Think about all the people you know who could use a prayer today. They may include:
• A family member who is ill
• A friend who is struggling
• An acquaintance who has lost a job
• An elderly neighbor who is lonely
• A co-worker who is grumpy
• A boss who is overbearing
• A stranger who looks overwhelmed
• A driver who appears angry
• A clerk, waitress, or doctor who seems exhausted
• An associate who is depressed
• A colleague who is struggling with an addiction
It is helpful to write down the names of each person who needs your prayers. You may want to jot down a special need that person may have beside his or her name. Then, when you are waiting for an appointment, spending a quiet moment at home, or spending a few minutes on hold on the phone,
you can pull out your list and pray for those people.
Right now my list includes:
• A son who struggles with a chronic illness
• A brother-in-law who is dying of cancer
• A close friend who is having surgery for uterine cancer
• A sister-in-law who has congestive heart failure
• A niece who is hospitalized with bipolar schizo-affective disorder
• A neighbor who is fighting colon cancer
• An elderly friend who is losing her vision and her hearing
• A single friend who has no close relatives who live nearby
• An acquaintance in an abusive marriage
• A son who recently joined the military
• A colleague whose has scoliosis of the spine and whose back is hurting
• A granddaughter who has severe asthma
• My husband who has recently had surgery
• A friend who just had her hip replaced
• A friend’s son who is an alcoholic
My list is much longer than this, but perhaps this gives us a few ideas for people you might include on your list. There are so many people who need and deserve our prayers. Recently, my husband asked our granddaughter to bless the food. Hailey, who is eight, not only blessed the food but prayed for those who are hungry and lonely, for those who do not have a home or warm clothes, for everyone who is sick or dying, and for all the people in the world who do not feel loved. I feel certain that God heard her sincere pray.
Imagine how the world would be transformed in people in every nation were praying for peace, living peacefully, and seeking for peaceful solutions to serious problems. Imagine how much smoother traffic would flow, families would function, and communities would operate if all of us were praying for one another and then allowing God to make us instruments of His peace.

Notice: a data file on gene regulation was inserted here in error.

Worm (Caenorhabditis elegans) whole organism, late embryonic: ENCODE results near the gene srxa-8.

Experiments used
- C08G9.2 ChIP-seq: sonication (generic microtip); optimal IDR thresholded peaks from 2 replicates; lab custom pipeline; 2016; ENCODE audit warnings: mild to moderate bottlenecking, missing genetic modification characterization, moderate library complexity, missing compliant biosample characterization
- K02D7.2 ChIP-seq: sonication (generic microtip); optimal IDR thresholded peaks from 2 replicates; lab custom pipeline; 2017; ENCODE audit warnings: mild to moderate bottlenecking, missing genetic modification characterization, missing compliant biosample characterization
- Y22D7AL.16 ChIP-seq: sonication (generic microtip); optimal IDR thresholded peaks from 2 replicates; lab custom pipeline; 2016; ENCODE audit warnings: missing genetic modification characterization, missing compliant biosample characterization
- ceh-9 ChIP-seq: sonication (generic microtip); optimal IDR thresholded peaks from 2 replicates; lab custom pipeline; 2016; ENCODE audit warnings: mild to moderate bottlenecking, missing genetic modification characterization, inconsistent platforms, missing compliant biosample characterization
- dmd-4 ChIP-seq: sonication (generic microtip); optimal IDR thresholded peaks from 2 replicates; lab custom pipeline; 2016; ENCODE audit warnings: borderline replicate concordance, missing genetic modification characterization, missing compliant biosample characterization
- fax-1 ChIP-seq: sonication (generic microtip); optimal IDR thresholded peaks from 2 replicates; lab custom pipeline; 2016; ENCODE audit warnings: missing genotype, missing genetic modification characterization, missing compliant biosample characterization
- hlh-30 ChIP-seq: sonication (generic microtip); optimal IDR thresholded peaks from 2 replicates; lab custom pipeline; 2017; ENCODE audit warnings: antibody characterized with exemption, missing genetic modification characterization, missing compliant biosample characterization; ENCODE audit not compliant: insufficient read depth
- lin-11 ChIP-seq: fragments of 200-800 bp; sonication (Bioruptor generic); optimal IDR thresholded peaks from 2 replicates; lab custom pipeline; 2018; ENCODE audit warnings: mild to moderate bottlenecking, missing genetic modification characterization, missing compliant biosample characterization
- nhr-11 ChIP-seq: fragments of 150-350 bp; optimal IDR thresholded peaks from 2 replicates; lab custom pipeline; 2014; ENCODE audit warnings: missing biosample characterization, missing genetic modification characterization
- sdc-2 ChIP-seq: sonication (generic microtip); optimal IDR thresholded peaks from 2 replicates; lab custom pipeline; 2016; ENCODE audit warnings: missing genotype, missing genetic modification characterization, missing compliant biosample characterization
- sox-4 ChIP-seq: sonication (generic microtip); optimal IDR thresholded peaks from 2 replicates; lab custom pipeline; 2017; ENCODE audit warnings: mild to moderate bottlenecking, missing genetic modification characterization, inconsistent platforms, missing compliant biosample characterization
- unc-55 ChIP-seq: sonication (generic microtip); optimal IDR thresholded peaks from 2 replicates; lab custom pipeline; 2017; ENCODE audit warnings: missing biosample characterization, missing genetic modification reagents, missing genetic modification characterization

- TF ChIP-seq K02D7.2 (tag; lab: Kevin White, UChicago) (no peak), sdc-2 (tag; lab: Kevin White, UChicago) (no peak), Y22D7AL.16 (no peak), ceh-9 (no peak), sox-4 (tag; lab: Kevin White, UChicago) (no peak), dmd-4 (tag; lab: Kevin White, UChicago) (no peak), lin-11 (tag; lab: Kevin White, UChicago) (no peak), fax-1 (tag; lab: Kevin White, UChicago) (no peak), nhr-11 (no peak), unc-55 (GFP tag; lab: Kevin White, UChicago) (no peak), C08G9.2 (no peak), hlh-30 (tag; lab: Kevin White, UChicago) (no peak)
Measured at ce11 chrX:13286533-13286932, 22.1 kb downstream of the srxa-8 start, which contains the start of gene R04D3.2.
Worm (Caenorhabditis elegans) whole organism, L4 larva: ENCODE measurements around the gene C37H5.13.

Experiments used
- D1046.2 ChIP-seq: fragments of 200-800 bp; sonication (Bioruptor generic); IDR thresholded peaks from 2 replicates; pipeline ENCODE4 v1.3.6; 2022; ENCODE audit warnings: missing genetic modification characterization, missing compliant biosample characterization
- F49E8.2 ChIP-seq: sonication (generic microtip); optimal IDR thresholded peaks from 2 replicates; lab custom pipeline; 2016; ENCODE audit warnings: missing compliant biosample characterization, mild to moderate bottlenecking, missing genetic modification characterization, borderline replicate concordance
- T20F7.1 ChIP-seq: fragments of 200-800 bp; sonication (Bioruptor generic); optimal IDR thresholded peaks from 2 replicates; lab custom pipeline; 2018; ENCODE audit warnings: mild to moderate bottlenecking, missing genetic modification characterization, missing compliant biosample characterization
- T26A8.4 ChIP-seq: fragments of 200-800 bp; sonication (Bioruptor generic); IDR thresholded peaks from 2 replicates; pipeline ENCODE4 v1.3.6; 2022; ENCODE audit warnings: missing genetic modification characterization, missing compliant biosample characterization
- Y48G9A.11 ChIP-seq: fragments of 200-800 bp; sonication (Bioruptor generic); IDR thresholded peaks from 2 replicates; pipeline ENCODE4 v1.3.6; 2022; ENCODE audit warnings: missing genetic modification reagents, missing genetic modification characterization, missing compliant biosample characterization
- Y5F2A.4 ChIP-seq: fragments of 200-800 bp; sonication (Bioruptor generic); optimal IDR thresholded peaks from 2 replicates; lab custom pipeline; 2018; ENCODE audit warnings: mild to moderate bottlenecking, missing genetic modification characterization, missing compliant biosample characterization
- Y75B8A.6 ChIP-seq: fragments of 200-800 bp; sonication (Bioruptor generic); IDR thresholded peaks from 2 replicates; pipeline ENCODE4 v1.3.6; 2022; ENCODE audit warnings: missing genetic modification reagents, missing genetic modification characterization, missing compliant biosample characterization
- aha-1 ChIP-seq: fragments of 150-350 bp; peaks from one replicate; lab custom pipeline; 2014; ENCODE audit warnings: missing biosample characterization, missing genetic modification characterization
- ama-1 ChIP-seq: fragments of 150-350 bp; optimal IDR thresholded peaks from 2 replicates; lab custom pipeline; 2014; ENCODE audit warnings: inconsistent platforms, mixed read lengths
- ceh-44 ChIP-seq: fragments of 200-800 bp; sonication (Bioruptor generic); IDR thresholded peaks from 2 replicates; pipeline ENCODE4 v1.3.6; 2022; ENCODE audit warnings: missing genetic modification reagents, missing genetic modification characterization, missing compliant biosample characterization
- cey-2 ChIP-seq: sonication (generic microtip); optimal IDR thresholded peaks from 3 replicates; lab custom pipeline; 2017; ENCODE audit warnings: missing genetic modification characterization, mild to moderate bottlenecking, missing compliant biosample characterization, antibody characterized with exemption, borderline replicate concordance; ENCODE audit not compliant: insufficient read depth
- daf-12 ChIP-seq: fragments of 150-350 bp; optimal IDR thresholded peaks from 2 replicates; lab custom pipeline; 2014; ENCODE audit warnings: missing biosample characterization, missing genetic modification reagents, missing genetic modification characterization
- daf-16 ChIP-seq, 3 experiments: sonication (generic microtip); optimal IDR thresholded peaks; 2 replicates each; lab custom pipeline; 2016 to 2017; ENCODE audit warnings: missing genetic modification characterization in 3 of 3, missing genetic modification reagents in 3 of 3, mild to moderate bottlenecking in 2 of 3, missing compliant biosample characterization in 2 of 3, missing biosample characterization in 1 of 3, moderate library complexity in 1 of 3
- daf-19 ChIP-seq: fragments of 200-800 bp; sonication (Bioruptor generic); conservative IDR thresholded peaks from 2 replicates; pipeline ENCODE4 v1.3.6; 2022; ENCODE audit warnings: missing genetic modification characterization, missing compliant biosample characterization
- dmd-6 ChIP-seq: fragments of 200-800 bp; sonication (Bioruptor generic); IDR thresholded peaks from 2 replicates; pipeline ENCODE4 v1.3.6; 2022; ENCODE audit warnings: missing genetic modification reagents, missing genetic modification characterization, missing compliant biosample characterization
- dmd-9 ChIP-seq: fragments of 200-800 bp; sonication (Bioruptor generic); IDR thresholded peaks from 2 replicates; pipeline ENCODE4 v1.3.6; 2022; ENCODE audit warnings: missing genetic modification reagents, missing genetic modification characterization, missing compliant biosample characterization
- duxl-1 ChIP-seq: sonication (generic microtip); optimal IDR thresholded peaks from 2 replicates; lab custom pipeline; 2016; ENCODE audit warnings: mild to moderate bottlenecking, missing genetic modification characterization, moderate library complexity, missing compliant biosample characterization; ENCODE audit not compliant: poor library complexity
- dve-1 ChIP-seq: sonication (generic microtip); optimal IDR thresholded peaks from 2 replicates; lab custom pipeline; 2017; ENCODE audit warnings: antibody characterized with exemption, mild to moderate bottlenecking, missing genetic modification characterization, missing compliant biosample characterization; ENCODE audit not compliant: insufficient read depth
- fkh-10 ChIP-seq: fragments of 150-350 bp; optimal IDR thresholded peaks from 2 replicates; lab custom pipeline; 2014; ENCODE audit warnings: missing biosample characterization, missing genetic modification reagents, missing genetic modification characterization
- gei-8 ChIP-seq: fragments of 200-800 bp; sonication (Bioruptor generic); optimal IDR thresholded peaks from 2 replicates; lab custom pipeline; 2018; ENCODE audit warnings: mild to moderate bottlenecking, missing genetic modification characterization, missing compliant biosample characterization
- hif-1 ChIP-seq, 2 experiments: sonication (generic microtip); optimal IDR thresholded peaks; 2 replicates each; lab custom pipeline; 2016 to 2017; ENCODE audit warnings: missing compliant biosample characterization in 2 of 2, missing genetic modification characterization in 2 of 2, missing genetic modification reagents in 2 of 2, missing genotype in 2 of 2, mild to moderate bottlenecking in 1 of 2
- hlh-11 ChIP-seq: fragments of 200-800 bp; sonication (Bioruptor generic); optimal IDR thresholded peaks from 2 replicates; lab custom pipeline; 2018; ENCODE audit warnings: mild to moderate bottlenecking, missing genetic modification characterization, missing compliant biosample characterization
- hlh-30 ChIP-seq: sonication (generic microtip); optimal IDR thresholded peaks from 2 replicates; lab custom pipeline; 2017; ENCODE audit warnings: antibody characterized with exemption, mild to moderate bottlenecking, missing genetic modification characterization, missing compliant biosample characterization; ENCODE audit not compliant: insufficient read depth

When we write down a list of those for whom we are praying, we can remember who needs our prayers and then note when and how our prayers are answered. I have been praying or months for my brother-in-law, Ray, who has lung, liver, brain, and bone cancer. Although I realize he will not be cured, I knew He needed God’s comfort and blessings. Recently, his son-in-law was transferred to the small town where Ray lives. I know that this transfer that this exact time is not a coincidence but is an example of God’s tender timing.
Think of the many people that you know. Perhaps there is someone today who desperately needs your prayers. And, while you are making your list, don’t forget to put yourself on it. Each of us needs God’s protection, mercy, comfort, and compassion every moment of every day.
Prayer needs to include worship of God, thanks for His gifts, His goodness, and His mercy. God wants us to worship Him, and our prayers need to reflect our reverence and adoration of our loving Father. He wants us to ask for forgiveness in our prayers and to plead for strength to resist evil. Then, after we express our heartfelt gratitude for the many gifts He has given us, we can freely ask for those righteous desires of our heart. Paul’s counsel is so powerful: “Be joyful always; pray continually; give thanks in all circumstances, for this is God's will for you in Christ Jesus.”
© Carol Brown